Eno continued his career by producing a larger number of highly eclectic and increasingly ambient electronic and acoustic albums. He is widely cited as coining the term "ambient music," low-volume music designed to modify one's perception of a surrounding environment, producing his Ambient series (Music for Airports (Ambient 1), The Plateaux of Mirror (Ambient 2), Day of Radiance (Ambient 3) and On Land (Ambient 4)).
In 1981, back from Ghana and before On Land, he discovered Miles Davis' 1974 ambient jazz dirge "He Loved Him Madly": "Teo Macero's revolutionary production on that piece seemed to me to have the "spacious" quality I was after, and like "Amarcord", it too became a touchstone to which I returned frequently." 
Eno describes himself as a "non-musician" and coined the term "treatments" to describe his modification of the sound of musical instruments, and to separate his role from that of the traditional instrumentalist. His skill at using "The Studio as a Compositional Tool" (the title of an essay by Eno ) led in part to his career as a producer. His methods were recognized at the time (mid-1970s) as unique, so much so that on Genesis's The Lamb Lies Down on Broadway, he is credited with 'Enossification' and on John Cale's Island albums as playing the 'Eno'.
Eno started the Obscure label in Britain in 1975 to release works by less-known composers. The first group of three releases included his own composition, Discreet Music, and the now-famous The Sinking of the Titanic by Gavin Bryars. The second side of Discreet Music consisted of several versions of Pachelbel's Canon to which various algorithmic transformations have been applied, rendering it almost unrecognizable. Side 1 consisted of a tape loop system for generating music from relatively sparse input. These tapes had previously been used as backgrounds in some of his collaborations with Robert Fripp of King Crimson, most notably No Pussyfooting. This methodology (coined 'Frippertronics') was later used by Robert Fripp, among other artists, on future albums. Only ten Obscure albums were released, including works by John Adams, Michael Nyman, and John Cage. At this time he was also affiliating with artists in the Fluxus movement.
In 1980-81 Eno collaborated with David Byrne, of Talking Heads, on My Life in the Bush of Ghosts, which was built around sampling recordings and radio broadcasts from around the world. He worked with David Bowie as a writer and musician on Bowie's influential 1977-79 'Berlin Trilogy' of albums, Low, "Heroes" and Lodger, on Bowie's later album Outside, and on the song "I'm Afraid of Americans". Eno has also collaborated with John Cale, former member of Velvet Underground, on his trilogy Fear, Slow Dazzle and Helen of Troy, Robert Wyatt on his Shleep CD, with Jon Hassell, with the German duo Cluster, with composer Harold Budd and others. In 1992, Eno released his take on 'club electronica' titled Nerve Net.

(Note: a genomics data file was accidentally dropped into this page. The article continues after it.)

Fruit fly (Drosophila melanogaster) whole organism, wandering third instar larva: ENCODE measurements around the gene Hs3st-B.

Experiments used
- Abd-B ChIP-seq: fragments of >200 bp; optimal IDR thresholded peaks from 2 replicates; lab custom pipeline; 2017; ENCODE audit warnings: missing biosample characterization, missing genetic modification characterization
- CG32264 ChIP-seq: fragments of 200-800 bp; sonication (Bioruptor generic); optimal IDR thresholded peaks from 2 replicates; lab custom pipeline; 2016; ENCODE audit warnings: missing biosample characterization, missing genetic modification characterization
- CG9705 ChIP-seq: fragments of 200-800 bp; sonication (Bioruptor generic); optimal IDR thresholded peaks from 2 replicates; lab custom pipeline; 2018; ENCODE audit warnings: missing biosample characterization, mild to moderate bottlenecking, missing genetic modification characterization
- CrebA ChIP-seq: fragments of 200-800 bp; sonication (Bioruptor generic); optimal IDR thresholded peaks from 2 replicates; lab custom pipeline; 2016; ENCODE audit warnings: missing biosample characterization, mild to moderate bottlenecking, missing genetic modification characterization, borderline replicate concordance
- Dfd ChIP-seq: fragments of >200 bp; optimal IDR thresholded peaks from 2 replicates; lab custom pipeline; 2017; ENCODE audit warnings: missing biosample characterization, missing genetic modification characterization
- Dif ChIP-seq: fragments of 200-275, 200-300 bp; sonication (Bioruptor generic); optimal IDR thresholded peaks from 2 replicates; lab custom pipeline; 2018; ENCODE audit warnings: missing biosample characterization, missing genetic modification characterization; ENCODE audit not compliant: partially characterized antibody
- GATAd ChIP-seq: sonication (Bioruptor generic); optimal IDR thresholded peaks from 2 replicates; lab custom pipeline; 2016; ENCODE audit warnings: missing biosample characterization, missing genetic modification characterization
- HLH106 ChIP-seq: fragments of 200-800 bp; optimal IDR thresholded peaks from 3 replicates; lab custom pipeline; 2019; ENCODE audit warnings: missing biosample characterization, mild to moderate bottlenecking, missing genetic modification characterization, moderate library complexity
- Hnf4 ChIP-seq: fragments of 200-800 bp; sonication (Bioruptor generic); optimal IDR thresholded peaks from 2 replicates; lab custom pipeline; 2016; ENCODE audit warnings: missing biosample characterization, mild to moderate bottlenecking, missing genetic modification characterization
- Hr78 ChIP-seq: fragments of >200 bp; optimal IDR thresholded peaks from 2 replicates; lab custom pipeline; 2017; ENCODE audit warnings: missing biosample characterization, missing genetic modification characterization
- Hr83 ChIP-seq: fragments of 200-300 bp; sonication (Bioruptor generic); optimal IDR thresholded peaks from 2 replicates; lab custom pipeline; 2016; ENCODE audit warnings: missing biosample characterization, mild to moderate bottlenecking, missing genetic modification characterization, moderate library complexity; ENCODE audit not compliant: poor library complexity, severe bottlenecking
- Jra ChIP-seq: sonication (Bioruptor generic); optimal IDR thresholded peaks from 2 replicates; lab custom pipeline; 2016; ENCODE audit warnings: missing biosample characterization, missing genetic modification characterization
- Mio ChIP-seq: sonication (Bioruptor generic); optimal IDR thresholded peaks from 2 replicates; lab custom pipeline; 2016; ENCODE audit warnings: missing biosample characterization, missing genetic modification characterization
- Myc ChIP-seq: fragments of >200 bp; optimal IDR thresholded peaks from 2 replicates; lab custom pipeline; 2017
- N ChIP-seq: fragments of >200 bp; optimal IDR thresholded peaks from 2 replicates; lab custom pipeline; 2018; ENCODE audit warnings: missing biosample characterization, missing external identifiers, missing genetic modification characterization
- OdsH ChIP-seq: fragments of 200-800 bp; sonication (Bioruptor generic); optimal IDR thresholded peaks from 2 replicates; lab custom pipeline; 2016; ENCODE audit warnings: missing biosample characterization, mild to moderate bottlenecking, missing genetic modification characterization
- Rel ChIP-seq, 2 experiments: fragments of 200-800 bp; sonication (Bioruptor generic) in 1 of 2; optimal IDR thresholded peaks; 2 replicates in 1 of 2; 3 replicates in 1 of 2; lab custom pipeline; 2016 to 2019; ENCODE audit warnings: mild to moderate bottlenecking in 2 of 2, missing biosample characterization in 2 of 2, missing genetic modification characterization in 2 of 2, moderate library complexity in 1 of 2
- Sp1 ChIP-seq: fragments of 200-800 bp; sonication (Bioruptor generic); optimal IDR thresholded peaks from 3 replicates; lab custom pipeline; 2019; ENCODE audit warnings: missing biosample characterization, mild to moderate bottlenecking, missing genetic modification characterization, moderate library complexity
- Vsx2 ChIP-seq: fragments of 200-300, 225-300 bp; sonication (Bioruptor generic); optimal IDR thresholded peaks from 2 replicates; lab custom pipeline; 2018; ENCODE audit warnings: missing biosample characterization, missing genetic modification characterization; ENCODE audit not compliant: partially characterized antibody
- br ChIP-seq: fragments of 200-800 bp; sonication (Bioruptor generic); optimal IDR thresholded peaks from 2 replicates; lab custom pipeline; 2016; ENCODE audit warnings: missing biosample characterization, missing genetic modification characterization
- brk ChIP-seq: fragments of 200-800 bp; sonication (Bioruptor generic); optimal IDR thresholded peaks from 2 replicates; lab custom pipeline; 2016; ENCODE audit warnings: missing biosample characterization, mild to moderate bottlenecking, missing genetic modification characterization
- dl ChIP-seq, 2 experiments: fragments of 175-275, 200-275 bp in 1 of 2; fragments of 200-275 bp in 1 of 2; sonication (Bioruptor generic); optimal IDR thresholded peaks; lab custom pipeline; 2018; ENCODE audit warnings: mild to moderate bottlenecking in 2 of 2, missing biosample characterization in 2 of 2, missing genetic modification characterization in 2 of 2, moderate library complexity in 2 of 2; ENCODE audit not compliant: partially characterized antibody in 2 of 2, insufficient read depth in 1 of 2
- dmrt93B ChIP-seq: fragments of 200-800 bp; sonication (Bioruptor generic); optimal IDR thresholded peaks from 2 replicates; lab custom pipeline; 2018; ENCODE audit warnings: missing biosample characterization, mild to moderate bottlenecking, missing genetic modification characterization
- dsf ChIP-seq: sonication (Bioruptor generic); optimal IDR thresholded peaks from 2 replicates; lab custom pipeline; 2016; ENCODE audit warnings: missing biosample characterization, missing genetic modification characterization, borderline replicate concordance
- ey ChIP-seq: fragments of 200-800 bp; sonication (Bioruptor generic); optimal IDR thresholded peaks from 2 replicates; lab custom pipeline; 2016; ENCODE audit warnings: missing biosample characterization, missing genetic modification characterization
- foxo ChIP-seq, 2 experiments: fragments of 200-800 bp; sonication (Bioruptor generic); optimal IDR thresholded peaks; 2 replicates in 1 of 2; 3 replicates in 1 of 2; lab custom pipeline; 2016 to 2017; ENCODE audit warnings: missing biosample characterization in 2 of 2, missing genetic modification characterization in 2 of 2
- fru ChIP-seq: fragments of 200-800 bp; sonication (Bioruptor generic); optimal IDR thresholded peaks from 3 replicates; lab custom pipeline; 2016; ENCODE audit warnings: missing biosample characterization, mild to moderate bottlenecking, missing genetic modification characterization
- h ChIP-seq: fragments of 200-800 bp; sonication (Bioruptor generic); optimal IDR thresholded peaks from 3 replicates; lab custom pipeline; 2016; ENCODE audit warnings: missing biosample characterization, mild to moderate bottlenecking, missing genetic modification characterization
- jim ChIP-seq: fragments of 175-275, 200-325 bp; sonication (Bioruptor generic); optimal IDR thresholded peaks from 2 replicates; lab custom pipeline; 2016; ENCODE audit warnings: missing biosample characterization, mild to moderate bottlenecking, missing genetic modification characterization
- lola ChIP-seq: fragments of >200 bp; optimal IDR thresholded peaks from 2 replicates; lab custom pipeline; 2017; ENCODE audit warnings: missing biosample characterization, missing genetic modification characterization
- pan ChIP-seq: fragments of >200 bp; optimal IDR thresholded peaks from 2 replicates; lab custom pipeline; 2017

During the 1990's, Eno became increasingly interested in self-generating musical systems, the results of which he called Generative Music.
In 2004, Fripp and Eno recorded another ambient collaboration album, The Equatorial Stars.
Eno returned in June of 2005 with Another Day on Earth, his first major album since Wrong Way Up (with John Cale) to prominently feature vocals. The album differs from his 70s solo work as musical production has changed since then, evident in its semi-electronic production.
In early 2006, Eno collaborated with David Byrne to reissue My Life in the Bush of Ghosts in celebration of the influential album's 25th anniversary. Eight previously unreleased tracks, recorded during the initial sessions in 1980/81, are featured.
Eno is currently working on the soundtrack to Will Wright's 2007 game, Spore.
From the very beginning of his solo career in 1973, Eno has been much in demand as a producer - though his management now describe him as a "sonic landscaper" rather than a producer. The first album with Eno credited as producer was Lucky Leif and the Longships by Robert Calvert. Eno's lengthy string of producer credits includes albums for Talking Heads, U2, Devo, Ultravox and James. He also produced part of the 1993 album When I Was a Boy by Jane Siberry. He won the best producer award at the 1994 and 1996 BRIT awards.
Despite being a self-professed "non-musician", Eno has contributed to recordings by a huge number of artists as varied as Nico, Robert Calvert, Genesis, Edikanfo, and Zvuki Mu, in various capacities such as use of his studio/synthesizer/electronic treatments, vocals, guitar, bass guitar, and even just as being 'Eno'. In 1984, he composed and performed the "Prophecy Theme" for the David Lynch film Dune, the rest of the film's score performed by the group Toto. Eno produced performance art singer Laurie Anderson's Bright Red and also composed there. The work is avant-garde spoken word with haunting and magnifying sounds. Eno played on David Byrne's musical score for The Catherine Wheel, a project commissioned by Twyla Tharp to accompany her Broadway dance project of the same name.
In 1994 Eno was approached by Mark Malamud and Erik Gavriluk, senior designers at Microsoft on the Cairo project. The result was the start-up sound for the Windows 95 operating system (which Eno created on his Apple Macintosh). From an interview with the San Francisco Chronicle: